If a new governor's first act sets the administration's tone, Pennsylvania's Josh Shapiro is making it clear he is not planning to help the government's regulatory and education establishments ratchet up licensing and credentialing demands on people looking for work.
Shapiro, a Democrat, was sworn into office on Tuesday. For his first executive order released Wednesday, he announced he was opening up thousands of Pennsylvania government jobs to people without college degrees.
"Effective immediately, 92% of all Commonwealth jobs do not require a four-year degree, roughly equivalent to 65,000 jobs," he writes in the order. "Consistent with this Administration's commitment to emphasizing skills and experience, job postings will begin with equivalent experience needed in lieu of a college degree whenever possible."
For the remaining 8 percent of jobs, he is ordering Pennsylvania's secretary of administration to review the positions to determine which of them, if any, could be revised to allow for practical experience to serve as a substitute for a college degree.
"Every Pennsylvanian should have the freedom to chart their own course and have a real opportunity to succeed. They should get to decide what's best for them—whether they want to go to college or straight into the workforce—not have that decided for them," Shapiro said when he announced the order Wednesday.
It's a big deal that Shapiro is going this route after absolutely trouncing Republican state Sen. Doug Mastriano in the November election. The Democratic Party's strong connections with education unions and college administrations often mean politicians push for more students to attend college. The typical response to the rising demand for college degrees in the work force (and the rising costs of college) from Democrats has been fiscally irresponsible programs like loan forgiveness and more government subsidies (all the way up to and including free college), pumping more taxpayer money into the system and into the pockets of the people who control it.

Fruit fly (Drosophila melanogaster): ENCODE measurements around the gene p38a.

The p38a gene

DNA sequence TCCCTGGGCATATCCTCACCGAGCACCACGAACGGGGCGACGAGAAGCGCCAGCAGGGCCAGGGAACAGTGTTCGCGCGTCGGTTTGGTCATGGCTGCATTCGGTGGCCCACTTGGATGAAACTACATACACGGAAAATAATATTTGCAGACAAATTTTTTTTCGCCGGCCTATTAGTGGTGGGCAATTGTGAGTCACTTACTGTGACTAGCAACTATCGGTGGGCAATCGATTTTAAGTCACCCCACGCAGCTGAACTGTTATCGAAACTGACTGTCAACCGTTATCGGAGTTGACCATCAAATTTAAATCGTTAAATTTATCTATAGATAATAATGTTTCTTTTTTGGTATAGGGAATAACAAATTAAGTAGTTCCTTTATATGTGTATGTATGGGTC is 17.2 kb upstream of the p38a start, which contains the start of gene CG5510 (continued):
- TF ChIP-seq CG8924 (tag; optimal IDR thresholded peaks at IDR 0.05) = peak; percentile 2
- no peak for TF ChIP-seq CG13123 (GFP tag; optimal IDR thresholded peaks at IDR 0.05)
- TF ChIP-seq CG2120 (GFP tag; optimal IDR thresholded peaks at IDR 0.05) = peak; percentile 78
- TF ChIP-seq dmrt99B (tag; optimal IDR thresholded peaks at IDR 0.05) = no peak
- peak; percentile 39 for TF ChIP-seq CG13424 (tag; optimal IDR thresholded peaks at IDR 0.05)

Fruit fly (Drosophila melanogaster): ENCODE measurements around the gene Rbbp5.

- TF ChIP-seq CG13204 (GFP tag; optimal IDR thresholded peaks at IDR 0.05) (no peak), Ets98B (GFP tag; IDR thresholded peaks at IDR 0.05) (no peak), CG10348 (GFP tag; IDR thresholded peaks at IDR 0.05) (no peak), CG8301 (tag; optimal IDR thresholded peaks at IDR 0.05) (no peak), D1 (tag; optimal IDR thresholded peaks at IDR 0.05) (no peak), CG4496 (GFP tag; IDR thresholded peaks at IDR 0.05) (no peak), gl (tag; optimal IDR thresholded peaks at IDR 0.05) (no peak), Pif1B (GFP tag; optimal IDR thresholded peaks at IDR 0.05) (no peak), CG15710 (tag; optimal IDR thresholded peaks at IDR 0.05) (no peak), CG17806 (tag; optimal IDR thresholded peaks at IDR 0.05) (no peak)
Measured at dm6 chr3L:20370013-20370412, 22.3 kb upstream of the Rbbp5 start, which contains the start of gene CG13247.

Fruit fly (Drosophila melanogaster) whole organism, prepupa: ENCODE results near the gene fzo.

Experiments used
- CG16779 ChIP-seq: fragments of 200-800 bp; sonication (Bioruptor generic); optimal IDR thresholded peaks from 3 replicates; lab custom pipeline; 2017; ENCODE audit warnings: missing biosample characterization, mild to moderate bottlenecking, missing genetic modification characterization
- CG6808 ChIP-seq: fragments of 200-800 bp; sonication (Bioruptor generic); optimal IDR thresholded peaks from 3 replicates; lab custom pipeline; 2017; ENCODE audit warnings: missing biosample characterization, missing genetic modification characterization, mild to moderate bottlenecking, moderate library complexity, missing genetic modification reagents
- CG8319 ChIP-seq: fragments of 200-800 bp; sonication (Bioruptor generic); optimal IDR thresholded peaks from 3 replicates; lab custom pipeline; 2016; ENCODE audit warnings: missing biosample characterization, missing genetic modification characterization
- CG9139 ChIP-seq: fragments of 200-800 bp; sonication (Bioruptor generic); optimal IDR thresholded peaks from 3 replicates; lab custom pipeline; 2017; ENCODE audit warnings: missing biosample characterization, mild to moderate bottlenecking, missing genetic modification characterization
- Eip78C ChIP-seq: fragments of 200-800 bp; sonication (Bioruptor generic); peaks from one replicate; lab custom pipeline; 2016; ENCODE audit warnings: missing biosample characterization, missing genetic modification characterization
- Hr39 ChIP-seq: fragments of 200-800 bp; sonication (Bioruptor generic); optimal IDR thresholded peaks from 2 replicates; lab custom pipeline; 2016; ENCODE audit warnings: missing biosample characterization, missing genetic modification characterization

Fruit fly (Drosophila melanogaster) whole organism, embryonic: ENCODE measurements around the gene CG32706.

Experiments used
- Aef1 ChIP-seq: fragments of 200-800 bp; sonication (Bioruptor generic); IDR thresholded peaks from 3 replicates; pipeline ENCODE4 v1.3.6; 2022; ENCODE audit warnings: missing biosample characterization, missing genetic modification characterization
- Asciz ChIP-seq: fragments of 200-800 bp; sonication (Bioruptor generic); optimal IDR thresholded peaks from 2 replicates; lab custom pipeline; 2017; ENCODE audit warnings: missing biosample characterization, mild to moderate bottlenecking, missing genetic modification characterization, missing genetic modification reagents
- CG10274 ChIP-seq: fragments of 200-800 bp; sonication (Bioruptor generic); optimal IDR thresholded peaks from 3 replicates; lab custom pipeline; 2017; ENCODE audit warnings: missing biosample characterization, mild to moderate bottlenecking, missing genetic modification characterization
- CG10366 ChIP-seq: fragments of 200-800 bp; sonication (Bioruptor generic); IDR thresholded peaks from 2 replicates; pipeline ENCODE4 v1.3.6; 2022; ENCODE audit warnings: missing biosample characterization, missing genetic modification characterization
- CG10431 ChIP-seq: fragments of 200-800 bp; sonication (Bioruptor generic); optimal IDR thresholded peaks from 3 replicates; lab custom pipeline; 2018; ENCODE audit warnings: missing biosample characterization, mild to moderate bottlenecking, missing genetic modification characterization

It's remarkable, then, for a Democratic governor to turn around and say "You know what? We actually don't need to be sending everybody to college in order for them to be successful." Shapiro's first act drew positive attention from Nate Hochman over at the National Review, who appreciates the countermeasures to the very real issue of "diploma inflation" in the United States:
The growth in the share of U.S. jobs that require a four-year college degree is partially owing to a broader shift away from physical-labor-based industries and toward information and knowledge economies. But it's also due to a misguided, and often toxic, cultural and political trend toward viewing college degrees as a prerequisite for participation in American public life. Among technocrats on both the center-right and center-left, there's often a flawed assumption that a central goal of U.S. education policy should be to get as many young Americans as possible into four-year programs, rather than to open up other pathways and models for success.
A widely cited Harvard Business School study from 2017 explains how employers (both government and private) have been increasingly demanding college degrees from people applying for jobs, even when they're not required and even when workers already in that particular occupation don't have degrees. The report uses the position of a supervisor of production-level workers as an example. Researchers investigated current job openings for the position and found that 67 percent of the listings demanded college degrees in order to be considered for the position. But they also found that only 16 percent of people who were already working in this very position had degrees. Were all those people doing jobs they weren't qualified to do? Probably not.
Shapiro's move follows on the heels of similar reforms by former Maryland Gov. Larry Hogan and current Utah Gov. Spencer Cox. Both of those men are Republicans, which again highlights how significant it is that this is Shapiro's first major act. Unsurprisingly, the Pittsburgh CBS affiliate reports that Republican state Senate Majority Leader Joe Pittman is pleased by Shapiro's act, saying, "Governor Shapiro's executive order to expand employment opportunities for positions throughout state government is a step in the right direction."
Hochman would love to see other governors adopt or even build on this easy political win: "Why not require that government contractors, for example, eliminate unnecessary and burdensome credentialing practices? Or give tax breaks and other incentives to private businesses that do away with them?"
It would be preferable for the government to not play a role at all in determining what level of education a private employer demands of potential hires. There are market signals that can actually help resolve the issue of "diploma inflation," which the Harvard study notes: "Seeking college graduates makes many middle-skills jobs harder to fill, and once hired, college graduates demonstrate higher turnover rates and lower engagement levels."
There are ways for businesses to recognize a misalignment in credential demands that don't require governors or lawmakers to get involved at all. When we discuss dumping oppressive government credentialing mandates, let's not replace them with other types of demands.